Some two billion hectares of the world’s landscapes are available for reforestation as highlighted in the pages of the 2018 New Climate Economy report. This offers a wide range of opportunities for trees planting, natural forests cultivation, sustainable agriculture, just to mention a few. As mental projections already show, this would in no small measure boost progress on the world climate and environment goals, as they would largely aid in decarbonizing economies, which in the long run, would substantially evolve societies into cleaner and healthier forms.
What are we saying?
Plant more and more trees! We shouldn’t nurture our natural world barely for survival. Man was made to thrive. Support trees planting projects, establish institutions that will enhance the advancement of green spaces, heighten the green spaces awareness, and let the campaigns go wider and viral! Let the world be enlightened to go green!
Drawing from a video documentary released by the World Economic Forum’s System Initiative on Environment, an astounding two-third of the United Kingdom’s territorial space is covered by trees! In effect, the lifespan of citizens are prolonged, and air pollution is sequestrated to a minimum. Other countries can follow the trail as well! Nigeria for example, has ample opportunities to advance its green space efforts, but this starts with a new level of thinking. We need to see the society we inhabit, not as a wasteland, but to foresee it through the refined prism of what an ideal society should be.
We need that mental shift, to begin with – foresight, rather than poor sight. Narrowing this literature down to Lagos Nigeria, major road sides are bare – no trees. Mid-road terrains which offer massive creative spaces to exemplify green initiatives – no trees. Residential avenues, street road sides, firms’ environments, public offices and ministries, religious worship centers, restaurant environments, and many other areas all need to be ‘greened’; and if possible, trees should be planted on bridges! Green life should permeate every sphere of the society.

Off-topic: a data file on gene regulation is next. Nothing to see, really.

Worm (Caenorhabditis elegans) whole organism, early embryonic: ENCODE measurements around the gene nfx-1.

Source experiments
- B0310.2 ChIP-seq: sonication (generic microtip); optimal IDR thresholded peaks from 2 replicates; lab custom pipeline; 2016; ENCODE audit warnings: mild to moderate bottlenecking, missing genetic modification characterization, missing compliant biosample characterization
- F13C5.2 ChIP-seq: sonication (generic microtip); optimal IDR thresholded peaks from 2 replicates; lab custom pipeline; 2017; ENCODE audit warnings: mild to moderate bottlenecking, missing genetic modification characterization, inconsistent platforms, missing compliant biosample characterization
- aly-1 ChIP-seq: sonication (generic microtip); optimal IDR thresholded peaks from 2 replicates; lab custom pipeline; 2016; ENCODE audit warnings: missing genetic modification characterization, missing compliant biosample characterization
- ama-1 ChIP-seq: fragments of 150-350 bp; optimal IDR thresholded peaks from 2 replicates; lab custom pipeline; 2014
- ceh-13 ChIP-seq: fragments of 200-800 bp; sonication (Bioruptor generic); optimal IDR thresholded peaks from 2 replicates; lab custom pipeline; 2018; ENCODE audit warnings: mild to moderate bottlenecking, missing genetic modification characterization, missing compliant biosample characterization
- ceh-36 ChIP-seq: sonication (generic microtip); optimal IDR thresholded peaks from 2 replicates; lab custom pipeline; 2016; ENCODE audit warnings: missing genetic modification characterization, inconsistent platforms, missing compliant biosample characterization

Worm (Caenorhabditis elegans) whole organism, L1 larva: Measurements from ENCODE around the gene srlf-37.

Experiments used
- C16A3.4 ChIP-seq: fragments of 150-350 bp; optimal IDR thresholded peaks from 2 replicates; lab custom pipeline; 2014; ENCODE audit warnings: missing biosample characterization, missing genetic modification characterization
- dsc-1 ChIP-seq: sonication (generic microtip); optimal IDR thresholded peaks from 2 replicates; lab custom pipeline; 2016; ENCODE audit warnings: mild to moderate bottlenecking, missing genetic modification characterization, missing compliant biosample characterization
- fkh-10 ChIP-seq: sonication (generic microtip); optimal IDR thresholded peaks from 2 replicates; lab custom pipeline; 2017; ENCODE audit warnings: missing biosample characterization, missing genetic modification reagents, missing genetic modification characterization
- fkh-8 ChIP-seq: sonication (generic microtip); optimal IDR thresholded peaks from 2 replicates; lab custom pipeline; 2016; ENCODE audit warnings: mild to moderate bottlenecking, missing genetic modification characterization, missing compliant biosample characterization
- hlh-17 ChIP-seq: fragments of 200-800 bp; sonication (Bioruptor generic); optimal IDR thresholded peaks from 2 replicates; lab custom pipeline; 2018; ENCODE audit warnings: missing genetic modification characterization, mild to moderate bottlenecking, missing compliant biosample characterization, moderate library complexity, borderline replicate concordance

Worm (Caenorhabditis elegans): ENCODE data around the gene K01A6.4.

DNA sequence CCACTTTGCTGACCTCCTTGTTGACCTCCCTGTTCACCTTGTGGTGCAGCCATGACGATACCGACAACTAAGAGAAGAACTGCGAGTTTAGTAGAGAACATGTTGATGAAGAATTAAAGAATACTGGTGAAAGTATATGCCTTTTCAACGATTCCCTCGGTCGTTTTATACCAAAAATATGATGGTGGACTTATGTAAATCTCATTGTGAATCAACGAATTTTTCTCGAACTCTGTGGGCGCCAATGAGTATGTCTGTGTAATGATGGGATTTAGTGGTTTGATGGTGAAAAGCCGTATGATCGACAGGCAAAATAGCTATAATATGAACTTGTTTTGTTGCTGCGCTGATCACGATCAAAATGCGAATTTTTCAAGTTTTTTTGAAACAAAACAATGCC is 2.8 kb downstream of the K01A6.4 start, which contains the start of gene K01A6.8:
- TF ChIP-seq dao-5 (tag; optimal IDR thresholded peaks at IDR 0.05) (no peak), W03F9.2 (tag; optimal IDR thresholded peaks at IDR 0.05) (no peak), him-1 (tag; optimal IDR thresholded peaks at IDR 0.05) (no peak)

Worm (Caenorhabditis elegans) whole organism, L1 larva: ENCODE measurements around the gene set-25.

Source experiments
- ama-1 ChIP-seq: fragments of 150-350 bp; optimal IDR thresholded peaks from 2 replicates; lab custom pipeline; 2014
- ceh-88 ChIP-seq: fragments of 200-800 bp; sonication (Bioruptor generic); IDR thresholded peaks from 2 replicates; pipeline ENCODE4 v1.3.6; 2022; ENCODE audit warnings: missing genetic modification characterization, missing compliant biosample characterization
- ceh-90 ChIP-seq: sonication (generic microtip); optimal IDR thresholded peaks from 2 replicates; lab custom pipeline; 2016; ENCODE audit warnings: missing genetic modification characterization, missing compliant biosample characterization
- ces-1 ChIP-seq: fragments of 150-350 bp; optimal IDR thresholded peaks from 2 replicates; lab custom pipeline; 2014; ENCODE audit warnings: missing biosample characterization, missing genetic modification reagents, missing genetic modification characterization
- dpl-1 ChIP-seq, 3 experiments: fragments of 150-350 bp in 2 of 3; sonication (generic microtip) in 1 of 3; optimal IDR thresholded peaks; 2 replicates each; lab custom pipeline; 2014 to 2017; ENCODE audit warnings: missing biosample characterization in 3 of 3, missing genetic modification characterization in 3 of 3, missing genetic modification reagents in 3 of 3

Globally, these efforts will require decisive political will and leadership from governments and policy-makers, while the private sector, civil society organizations, and other concerned individuals all have critical roles to play.
We are on the cusp of a new era, and now is the time to set all actions on course for the delivery of the great promise of bequeathing a sustainable world to the coming generation. The cost of inaction in regard to these recommendations may be appalling in the coming decades. However, if urgent actions are taken, the society reaps the dividends, and our collective future is saved at last.